From: william(at)elan.net [mailto:william(_at_)elan(_dot_)net]
On Wed, 22 Nov 2006, Hallam-Baker, Phillip wrote:
Microsoft showed the source code to the MARID group. It simply does
not support saving unknown RR blobs.
Someone in the DNSEXT working group did a test that showed
that if you
violate the administration model of Windows it is possible
to emit the
correct bit strings for new RRs. But that is not a method that any
competent system admin would accept in a production service.
First of competent sysadmin would not run his dns server on
windows (I'll be flamed hard for that statement...)
In the real world a deployment strategy cannot begin 'first everyone moves to
And I note that its somewhat curious that people who frequently make the
argument for diversity in the software gene pool rarely apply it to BIND, this
despite the fact that BIND was a notorious bugpot before Vixie took it over.
second if MS really wanted to they could release code to
support new records in binary (or even specific ones) as part
of their servicepack cycle (they in fact do protocol support
updates for their other products if its something missing and
necessary) and whoever needs to host this RR on their system
with MS DNS server would get this update.
They can only do that if it is classified as a bug rather than a feature. If it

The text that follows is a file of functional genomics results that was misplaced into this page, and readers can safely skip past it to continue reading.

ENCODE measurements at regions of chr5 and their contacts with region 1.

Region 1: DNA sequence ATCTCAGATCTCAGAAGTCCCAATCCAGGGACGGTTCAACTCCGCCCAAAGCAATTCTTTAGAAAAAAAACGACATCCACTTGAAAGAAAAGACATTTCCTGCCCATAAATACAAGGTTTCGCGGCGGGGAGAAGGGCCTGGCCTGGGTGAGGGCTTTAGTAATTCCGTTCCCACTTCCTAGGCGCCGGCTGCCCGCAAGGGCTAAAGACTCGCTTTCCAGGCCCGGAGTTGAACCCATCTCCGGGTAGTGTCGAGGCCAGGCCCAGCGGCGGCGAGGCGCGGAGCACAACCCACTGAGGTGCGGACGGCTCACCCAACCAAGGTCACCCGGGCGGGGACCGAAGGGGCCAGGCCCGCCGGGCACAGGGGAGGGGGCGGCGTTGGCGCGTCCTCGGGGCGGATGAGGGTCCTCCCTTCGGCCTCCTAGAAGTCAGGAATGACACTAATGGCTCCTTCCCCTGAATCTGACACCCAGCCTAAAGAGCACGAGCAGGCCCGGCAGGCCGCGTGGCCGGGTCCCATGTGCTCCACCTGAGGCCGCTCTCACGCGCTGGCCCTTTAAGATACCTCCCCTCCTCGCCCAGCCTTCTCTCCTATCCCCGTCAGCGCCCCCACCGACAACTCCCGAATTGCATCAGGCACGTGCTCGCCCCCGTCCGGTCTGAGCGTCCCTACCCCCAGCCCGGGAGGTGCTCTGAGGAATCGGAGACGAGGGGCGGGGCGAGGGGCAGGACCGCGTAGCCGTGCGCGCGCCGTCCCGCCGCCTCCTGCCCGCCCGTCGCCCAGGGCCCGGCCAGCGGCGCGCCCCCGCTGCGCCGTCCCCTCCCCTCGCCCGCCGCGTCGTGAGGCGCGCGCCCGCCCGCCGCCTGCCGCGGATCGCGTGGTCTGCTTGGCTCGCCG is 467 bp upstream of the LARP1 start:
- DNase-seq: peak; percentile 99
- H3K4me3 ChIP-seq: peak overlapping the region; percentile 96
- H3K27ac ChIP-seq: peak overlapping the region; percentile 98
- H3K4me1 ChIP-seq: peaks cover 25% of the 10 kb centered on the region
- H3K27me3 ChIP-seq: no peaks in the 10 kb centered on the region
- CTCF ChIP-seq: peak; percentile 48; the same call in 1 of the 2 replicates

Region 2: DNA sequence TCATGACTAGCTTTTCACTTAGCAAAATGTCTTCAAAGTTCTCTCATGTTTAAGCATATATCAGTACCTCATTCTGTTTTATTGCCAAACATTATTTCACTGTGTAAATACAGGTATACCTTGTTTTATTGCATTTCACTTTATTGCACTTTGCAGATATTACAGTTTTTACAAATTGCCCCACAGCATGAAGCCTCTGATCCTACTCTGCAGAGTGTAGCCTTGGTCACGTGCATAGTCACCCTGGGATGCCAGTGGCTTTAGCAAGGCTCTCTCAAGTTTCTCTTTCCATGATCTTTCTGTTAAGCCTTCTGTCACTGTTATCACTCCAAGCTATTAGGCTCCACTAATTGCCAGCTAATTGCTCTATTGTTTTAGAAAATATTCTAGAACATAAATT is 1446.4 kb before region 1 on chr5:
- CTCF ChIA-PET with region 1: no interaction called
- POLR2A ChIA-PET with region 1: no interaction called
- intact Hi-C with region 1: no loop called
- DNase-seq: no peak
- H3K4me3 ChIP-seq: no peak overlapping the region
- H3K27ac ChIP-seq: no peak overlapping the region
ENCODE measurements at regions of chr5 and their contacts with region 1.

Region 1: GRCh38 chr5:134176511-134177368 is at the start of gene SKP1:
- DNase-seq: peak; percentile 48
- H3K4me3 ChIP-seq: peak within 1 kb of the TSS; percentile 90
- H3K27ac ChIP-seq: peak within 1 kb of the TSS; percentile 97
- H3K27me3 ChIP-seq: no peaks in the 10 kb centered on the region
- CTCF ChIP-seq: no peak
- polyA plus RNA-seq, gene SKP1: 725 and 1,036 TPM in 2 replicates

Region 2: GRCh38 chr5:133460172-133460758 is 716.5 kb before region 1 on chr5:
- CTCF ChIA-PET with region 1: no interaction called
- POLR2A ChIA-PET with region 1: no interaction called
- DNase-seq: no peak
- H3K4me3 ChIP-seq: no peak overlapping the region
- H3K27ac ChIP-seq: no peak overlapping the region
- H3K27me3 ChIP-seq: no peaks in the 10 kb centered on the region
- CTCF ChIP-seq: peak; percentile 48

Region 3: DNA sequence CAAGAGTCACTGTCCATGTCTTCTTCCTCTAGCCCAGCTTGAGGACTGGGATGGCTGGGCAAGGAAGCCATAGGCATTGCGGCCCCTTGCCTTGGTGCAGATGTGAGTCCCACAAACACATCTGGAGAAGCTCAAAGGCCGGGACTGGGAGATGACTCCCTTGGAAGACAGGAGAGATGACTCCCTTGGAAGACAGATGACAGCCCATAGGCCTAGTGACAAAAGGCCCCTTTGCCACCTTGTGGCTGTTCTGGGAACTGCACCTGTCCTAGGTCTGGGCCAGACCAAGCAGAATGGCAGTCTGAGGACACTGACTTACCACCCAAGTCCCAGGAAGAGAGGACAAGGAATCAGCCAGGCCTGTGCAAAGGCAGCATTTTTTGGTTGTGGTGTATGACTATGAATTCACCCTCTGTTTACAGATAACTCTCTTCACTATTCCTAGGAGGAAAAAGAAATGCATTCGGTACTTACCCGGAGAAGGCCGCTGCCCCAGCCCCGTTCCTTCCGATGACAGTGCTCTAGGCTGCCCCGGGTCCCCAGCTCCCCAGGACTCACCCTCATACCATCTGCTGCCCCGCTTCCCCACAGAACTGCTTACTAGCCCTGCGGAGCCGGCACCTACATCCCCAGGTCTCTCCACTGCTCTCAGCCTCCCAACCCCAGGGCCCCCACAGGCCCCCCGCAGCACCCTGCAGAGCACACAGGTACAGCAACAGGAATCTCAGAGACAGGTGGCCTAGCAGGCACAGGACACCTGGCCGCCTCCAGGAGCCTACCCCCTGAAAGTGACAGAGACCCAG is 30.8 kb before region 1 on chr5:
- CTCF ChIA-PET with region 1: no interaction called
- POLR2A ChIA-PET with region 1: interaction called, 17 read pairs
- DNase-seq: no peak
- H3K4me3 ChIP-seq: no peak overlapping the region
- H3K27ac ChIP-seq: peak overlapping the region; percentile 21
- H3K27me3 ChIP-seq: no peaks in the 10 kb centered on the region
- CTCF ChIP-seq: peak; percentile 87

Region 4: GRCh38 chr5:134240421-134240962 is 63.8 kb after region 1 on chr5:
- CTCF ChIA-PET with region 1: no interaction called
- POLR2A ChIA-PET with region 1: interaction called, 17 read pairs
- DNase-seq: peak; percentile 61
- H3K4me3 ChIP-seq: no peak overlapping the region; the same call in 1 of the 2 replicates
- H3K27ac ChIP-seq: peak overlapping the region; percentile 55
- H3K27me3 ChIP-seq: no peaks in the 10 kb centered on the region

is a feature someone could claim that it was a breach of certain anti-trust
Since you were at MARID you should remember that issue that
thought to be more serious was not MS DNS server but MS Proxy
server which is apparently very proprietary and only works
with MS clients and communicates with them by converting DNS
into RPC calls (or something of the sort - whoever knows more
about this weird thingy can correct me). Unlike DNS the
support the update of this would require changes in both
client and server that are deeper and this proxy server also
seems a lot more in use then actual dns server for hosting
internet domains. Info on updates to this piece of software
to support unknown DNS RR types would be most welcome.
The problem there is even worse because the system is effectively an orphan.
The network architecture it supports is a little different to the multiple
firewall/DMZ scheme that became widespread. Essentially the enterprises that
deployed it were willing to pay a bigger price in terms of functionality in
return for more comprehensive security.
I don't think those enterprises are going to migrate to a commodity
architecture until we start to see a standards based architecture to deal with
deperimeterization. This is going to take some time as we don't yet have an
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